this is a blatant lie. How do you think will the nurses pass this information to patients without the admi. knowing? Actually, it was the hospital who passed along wrong info to their patients to bring the union and the nurses in the bad light. Your information that about half of the nurses at RWJUH do not pay their health insurance is another lie. I womder what year was the cut off of your information because I've been working in this hospital for 8 years and I pay my premium just like everybody else since day one. and a 27% increase in salary? for your information, the last contract we had agreed for an increase of 4% in the first and second year of the contract and 3% on the third year. so where did you get your information?
    if it was not for the nurses, the hospital is just a brick of stone and not called a hospital and you won't even have a job to perform and get paid for.
  6. by   sunnyjohn
    Quote from ZASHAGALKA
    I'm worth twice what I'm paid. You eye our serious underpayment of worth because you have no idea what it takes to earn that money.

    Hospitals don't exist for doctors. They have their offices. They don't exist for administrators. Hospitals exist for NURSING care. To the extent such a hospital makes its millions, the few dollars I get paid are so not enough.

    And THAT's the bottom line.

    I personally might not agree with the specific solution that the RWJ nurses are advocating, but I understand that their problems should be addressed. And I respect the fact that 1300 nurses can't all be wrong.

    For what we do daily, 42 bucks an hour - an exaggeration to start with - is STILL chump change.

    ~faith,
    Timothy.
    Quote from ZASHAGALKA
    I can argue --- DISCUSS --- things with my friends and peers. But, while I MIGHT feel entitled to express my opinions in our domain, I will absolutely close ranks against the outside.

    Nurses don't just earn their keep: they earn it for EVERY employee of a hospital, from the CEO on down.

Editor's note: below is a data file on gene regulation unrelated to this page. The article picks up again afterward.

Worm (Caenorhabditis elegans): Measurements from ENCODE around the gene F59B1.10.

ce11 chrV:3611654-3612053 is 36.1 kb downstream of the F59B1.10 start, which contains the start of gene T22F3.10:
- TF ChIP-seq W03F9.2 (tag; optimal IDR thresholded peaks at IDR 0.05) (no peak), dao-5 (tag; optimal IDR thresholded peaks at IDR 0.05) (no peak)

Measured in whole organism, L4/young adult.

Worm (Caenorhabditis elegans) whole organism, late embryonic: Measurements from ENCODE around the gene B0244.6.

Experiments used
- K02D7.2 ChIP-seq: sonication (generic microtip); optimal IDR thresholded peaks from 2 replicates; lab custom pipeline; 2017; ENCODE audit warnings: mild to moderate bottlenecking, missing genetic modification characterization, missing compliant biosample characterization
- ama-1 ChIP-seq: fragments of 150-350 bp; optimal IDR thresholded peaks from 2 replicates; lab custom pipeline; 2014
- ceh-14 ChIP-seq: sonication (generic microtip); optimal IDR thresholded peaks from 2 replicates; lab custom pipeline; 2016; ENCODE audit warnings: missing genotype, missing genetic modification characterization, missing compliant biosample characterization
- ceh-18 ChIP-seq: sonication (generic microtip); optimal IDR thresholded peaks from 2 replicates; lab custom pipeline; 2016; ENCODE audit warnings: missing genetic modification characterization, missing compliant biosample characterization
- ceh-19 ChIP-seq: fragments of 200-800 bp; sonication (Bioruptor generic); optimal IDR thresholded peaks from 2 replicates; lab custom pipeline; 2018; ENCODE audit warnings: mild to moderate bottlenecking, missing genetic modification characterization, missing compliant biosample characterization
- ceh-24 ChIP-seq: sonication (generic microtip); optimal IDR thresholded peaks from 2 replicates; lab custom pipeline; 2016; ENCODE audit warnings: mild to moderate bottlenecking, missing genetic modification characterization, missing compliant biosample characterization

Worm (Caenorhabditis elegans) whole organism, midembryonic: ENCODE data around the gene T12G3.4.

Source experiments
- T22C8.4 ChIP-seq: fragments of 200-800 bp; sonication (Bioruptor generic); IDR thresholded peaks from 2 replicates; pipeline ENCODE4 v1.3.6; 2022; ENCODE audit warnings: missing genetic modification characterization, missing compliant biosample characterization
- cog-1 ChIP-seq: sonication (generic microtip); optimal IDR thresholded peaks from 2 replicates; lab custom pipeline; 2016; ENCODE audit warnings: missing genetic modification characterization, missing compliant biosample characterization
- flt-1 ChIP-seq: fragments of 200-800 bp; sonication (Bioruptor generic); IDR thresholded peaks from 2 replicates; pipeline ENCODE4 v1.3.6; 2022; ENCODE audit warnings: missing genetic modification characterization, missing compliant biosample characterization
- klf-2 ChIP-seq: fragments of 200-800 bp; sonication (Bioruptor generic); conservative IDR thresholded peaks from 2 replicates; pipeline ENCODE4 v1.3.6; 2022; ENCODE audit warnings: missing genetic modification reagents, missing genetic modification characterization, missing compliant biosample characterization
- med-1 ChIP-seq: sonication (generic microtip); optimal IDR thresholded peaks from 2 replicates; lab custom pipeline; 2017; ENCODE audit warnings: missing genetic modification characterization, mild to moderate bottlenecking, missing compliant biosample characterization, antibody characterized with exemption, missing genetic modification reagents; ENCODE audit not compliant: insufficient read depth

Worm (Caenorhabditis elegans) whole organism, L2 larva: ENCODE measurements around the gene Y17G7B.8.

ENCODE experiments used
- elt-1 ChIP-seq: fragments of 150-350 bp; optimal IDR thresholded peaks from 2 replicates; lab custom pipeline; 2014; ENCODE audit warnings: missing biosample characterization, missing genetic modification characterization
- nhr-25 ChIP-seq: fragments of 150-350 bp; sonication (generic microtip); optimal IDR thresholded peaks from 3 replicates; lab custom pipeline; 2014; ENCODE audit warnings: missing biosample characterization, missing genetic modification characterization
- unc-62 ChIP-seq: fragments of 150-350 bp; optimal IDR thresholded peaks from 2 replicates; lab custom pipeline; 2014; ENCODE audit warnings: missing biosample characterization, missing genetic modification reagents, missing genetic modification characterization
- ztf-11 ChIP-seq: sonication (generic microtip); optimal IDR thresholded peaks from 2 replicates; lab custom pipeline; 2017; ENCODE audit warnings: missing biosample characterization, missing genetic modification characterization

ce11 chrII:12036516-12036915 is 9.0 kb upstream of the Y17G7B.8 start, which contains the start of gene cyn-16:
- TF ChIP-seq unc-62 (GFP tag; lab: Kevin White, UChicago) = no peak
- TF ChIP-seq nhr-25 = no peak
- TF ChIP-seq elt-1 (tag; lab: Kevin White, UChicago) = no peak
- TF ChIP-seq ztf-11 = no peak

Without us, a hospital is just a building with a bunch of empty beds and turned off equipment.

    Even to the EXTENT that RWJ is open for business during a strike, it is because of NURSES, whether they've crossed the line or donned scrubs instead of business suits.

    Even as they engage in a strike, management can't HELP but value the roles of NURSES. Without THEM, even management would be on unemployment.

    ~faith,
    Timothy.
    TELL IT TIMOTHY!

    WOOT! :yeahthat:
  7. by   ironica01
    Quote from VOICE OF REASON
    I don't have anything to do with hospital administration. I work at RWJ and only wish I made as much $$ as the average nurse there. ($42/hour!). I can see that having actual facts makes you all angry such as the fact that nearly half of RWJ nurses don't contribute anything to their healthcare. Facts can do that if they don't help with your argument. Hence the name calling. I've been called many things, and "executive" isn't nearly the worst. (By the way, the fact that newspapers haven't reported that most nurses pay nothing for health insurance doesn't mean your fellow RWJ employees don't know it. Who do you think pays more so you dont have to!) Name calling does not make me angry. What makes me angry is the unfair class system that RWJ has set up over the years where nurses get special treatment, unbelievable raises (27 percent was the average increase over the last contract), no contribution towards health insurance, and now they want a special health plan that just by the way happens to be run by their union, the United Steelworkers Union. Gee, I'm sure the union doesn't make any money off that. Call me all the names you want. But I remain the (Angry) Voice of Reason.
    Like I said I've been a nurse at RWJ for 8 years and never made the $42/hr which you are claiming.
  8. by   JHUBRAIN
    Quote from VOICE OF REASON
    I don't have anything to do with hospital administration. I work at RWJ and only wish I made as much $$ as the average nurse there. ($42/hour!). I can see that having actual facts makes you all angry such as the fact that nearly half of RWJ nurses don't contribute anything to their healthcare. Facts can do that if they don't help with your argument. Hence the name calling. I've been called many things, and "executive" isn't nearly the worst. (By the way, the fact that newspapers haven't reported that most nurses pay nothing for health insurance doesn't mean your fellow RWJ employees don't know it. Who do you think pays more so you dont have to!) Name calling does not make me angry. What makes me angry is the unfair class system that RWJ has set up over the years where nurses get special treatment, unbelievable raises (27 percent was the average increase over the last contract), no contribution towards health insurance, and now they want a special health plan that just by the way happens to be run by their union, the United Steelworkers Union. Gee, I'm sure the union doesn't make any money off that. Call me all the names you want. But I remain the (Angry) Voice of Reason.
    I think you are way off - and your anger towards the nurses show. If I may - what dept to you work in?
  9. by   fedupnurse